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Greece (Mount Athos) 18th century (1700 - 1799)

Western Europe 19th century (1800 - 1899)

Carved cypress wood, metalwork and gilding

Height: 49.5 cm (including stand); Height: 38.1 cm (from top of metal stand);

Acquisition (source, method, date)
Gambier-Parry, Mark; bequest; 1966

About this work
This type of carved wooden cross has been used in Orthodox church services for blessing the congregation from at least the sixteenth century to the present day. The arms are carved with miniature scenes from the Cycle of Great Feasts, known as the Dodekaorton in Greek. This cross begins with the Annunciation at the top and concludes with the Entry to Jerusalem at the bottom on the other side. Finials at each end show episodes from the Old Testament and images of saints, while busts of biblical prophets and symbols of the four Evangelists appear inside dragon-shaped carvings. Both the Old and New Testament scenes evoke the idea of salvation through sacrifice, as do the acronyms incised into the thickness of the cross’s arms: ΤΚΠΓ stands for ‘the Place of the Skull has Become Paradise’, and ΑΠΜΣ means ‘the Cross is the Beginning of the Sacrament of Faith’. This cross was probably made in the renowned monastic community of Mount Athos, which for centuries was a centre of miniature wood carving. The craft is still practised by the monks of Athos.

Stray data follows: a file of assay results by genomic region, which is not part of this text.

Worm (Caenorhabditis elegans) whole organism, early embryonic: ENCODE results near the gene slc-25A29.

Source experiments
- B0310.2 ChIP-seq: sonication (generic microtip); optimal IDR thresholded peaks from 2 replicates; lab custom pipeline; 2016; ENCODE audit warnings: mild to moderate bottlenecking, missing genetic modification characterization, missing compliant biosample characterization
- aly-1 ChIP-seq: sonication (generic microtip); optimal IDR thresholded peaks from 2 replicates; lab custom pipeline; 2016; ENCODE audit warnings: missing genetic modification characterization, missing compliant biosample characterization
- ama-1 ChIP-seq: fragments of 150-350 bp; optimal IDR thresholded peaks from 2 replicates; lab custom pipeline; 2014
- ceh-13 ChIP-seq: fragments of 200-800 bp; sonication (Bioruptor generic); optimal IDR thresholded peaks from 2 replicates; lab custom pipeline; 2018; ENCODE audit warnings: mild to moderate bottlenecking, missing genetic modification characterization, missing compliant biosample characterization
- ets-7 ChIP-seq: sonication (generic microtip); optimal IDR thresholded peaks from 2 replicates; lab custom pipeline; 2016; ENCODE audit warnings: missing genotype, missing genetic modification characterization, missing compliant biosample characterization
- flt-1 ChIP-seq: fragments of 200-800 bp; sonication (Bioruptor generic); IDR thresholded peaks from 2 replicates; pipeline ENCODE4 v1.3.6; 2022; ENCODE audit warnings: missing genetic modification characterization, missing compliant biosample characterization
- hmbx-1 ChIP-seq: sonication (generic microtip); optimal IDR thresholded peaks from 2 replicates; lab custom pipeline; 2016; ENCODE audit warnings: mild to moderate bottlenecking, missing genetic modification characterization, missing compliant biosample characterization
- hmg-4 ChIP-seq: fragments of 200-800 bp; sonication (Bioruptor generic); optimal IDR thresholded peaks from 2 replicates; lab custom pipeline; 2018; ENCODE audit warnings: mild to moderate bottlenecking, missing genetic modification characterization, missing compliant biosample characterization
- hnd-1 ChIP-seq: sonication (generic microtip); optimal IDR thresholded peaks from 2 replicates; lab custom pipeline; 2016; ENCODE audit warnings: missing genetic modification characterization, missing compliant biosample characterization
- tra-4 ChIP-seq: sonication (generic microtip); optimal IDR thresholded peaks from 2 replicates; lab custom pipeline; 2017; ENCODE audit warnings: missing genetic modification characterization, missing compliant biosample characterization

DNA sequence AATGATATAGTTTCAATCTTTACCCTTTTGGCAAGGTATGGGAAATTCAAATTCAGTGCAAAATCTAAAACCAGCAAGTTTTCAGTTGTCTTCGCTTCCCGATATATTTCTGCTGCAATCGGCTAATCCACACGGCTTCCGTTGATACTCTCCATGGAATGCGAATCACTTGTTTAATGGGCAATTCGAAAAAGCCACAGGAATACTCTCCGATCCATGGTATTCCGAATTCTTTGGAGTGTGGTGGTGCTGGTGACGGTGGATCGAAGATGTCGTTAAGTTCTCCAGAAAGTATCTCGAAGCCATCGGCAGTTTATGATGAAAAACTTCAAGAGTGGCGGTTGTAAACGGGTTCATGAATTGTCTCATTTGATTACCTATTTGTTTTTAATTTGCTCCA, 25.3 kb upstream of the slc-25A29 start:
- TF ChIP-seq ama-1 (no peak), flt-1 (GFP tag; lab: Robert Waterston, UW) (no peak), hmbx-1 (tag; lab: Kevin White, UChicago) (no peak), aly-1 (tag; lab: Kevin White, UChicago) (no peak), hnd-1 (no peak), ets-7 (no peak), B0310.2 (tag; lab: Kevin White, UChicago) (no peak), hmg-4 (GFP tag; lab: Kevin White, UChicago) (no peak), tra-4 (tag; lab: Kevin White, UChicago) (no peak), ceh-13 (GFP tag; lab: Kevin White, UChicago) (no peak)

Despite the small scale of the scenes, the craftsman has suggested depth through the virtuosity of his carving and attention to detail. Many areas are pierced right through, and elements such as the flames from the Old Testament scene of The Three Hebrews in the Fiery Furnace (Book of Daniel) are painted red. The perfect spelling of the inscriptions accompanying each of the main scenes suggests the cultured milieu in which this cross was produced. (Permanent collection label)

Copyright: © The Samuel Courtauld Trust, The Courtauld Gallery, London

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